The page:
return LoadScheduleSettings(settings);
        }
        else
        {
            throw new ArgumentException("The scheduleId parameter cannot be empty.");
        }
    }

    private ScheduleSetting LoadScheduleSettings(ScheduleSetting settings)
    {
        //...code ....
    }
}

Is this the correct way to implement IDisposable on an abstract class implementation? This is not following the DRY principals like it should but I am unclear how to do this properly.

I want to make sure that I am cleaning up my DbContext appropriately.

EDIT: It appears that more information is needed to clarify what I am doing and why I am passing in DbContext in the constructor (I have added more code above to please re-read). I needed the DbContext in the abstract class to access the database and do some work. Isn't this how I would use an abstract class that is shared among multiple sub classes and thus allowing me to adhere to the DRY principal and centralize future maintenance?

How would I pass the DbContext to the abastract class if I dont pass it through the contstructor (method injection comes to mind but that would require that devs of future repositories might forget to pass the context to the base class).

  • Why not just make context protected instead of having a different field in the base class? Then you don't need to override any of the base class dispose functions. If fact, you're not overriding them right now, you're hiding them. – D Stanley Apr 10 '15 at 15:57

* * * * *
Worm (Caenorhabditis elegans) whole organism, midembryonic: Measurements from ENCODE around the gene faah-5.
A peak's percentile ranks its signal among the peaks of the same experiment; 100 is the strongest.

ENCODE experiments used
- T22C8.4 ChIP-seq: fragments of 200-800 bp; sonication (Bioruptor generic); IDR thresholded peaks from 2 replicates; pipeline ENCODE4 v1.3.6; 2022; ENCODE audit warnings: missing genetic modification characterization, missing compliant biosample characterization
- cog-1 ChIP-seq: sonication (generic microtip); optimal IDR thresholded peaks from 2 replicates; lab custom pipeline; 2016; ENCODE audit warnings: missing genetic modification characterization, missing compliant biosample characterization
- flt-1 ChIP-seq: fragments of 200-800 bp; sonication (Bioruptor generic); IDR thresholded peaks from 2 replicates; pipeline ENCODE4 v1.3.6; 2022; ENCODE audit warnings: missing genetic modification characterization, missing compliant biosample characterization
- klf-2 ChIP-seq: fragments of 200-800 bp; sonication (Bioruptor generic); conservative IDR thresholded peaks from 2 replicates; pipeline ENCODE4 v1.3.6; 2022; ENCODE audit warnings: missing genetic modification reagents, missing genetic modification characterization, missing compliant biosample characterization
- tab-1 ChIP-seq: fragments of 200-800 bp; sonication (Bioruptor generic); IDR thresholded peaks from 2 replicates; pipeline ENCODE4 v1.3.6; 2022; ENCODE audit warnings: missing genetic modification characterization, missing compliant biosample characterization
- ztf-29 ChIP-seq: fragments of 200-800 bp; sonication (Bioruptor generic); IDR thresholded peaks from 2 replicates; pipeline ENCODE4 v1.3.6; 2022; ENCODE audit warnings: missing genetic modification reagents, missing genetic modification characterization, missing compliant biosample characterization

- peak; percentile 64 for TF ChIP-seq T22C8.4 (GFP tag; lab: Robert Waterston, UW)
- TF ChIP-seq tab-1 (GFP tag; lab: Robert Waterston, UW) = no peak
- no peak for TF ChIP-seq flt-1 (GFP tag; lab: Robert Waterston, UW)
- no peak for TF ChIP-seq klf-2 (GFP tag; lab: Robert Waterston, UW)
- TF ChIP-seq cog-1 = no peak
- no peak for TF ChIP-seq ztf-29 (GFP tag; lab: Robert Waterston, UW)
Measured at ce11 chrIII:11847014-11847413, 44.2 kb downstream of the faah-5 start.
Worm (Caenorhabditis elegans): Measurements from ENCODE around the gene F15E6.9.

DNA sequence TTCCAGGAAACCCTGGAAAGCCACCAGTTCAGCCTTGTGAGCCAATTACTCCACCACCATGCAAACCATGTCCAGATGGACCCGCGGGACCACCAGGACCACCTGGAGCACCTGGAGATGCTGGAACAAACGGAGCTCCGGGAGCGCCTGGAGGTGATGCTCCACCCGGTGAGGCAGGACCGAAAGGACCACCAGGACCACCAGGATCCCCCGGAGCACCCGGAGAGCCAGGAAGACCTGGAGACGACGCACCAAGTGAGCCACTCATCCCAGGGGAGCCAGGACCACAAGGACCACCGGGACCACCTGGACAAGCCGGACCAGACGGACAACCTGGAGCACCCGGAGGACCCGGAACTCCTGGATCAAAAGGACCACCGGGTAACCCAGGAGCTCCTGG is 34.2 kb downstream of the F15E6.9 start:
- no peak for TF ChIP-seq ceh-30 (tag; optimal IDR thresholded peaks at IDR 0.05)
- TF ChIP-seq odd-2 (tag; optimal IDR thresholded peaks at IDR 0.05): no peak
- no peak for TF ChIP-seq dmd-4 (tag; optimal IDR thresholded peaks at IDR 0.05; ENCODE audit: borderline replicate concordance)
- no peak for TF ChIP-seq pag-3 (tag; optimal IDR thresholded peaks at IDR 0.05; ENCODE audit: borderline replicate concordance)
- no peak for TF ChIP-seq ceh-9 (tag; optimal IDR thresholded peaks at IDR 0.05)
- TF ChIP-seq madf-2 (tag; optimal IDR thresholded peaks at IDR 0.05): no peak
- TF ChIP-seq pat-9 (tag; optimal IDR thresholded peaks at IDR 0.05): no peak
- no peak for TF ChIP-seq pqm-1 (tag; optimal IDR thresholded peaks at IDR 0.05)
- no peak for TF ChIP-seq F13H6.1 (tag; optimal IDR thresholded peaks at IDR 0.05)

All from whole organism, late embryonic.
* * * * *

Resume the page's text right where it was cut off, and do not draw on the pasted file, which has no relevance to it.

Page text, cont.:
• 2
    I would not implment IDisposable on your repositories because the only thing you're disposing (context) is not being created by your repository, it is given to it instead. Not all classes conform to this, but a good practice to have the thing that creates a disposable to be the one to dispose of it. – Matthew Apr 10 '15 at 15:59
  • To add to Matthew's correct point, the repository should not hold a reference to the context - rather it should create a context for each request, so there's no need to make your repository disposable. – D Stanley Apr 10 '15 at 16:01
  • @Matthew I have updated my question. Please re-read. – FrankO Apr 10 '15 at 16:24
  • First try using generics , public abstract class Repository<T> : IDisposable where T : DbContext – Sherif Ahmed Apr 10 '15 at 16:36
0

if you are looking for generic disposable abstract class take a look at the below class , but as @Matthew and @D Stanley said ...the repository should initialize the context each time.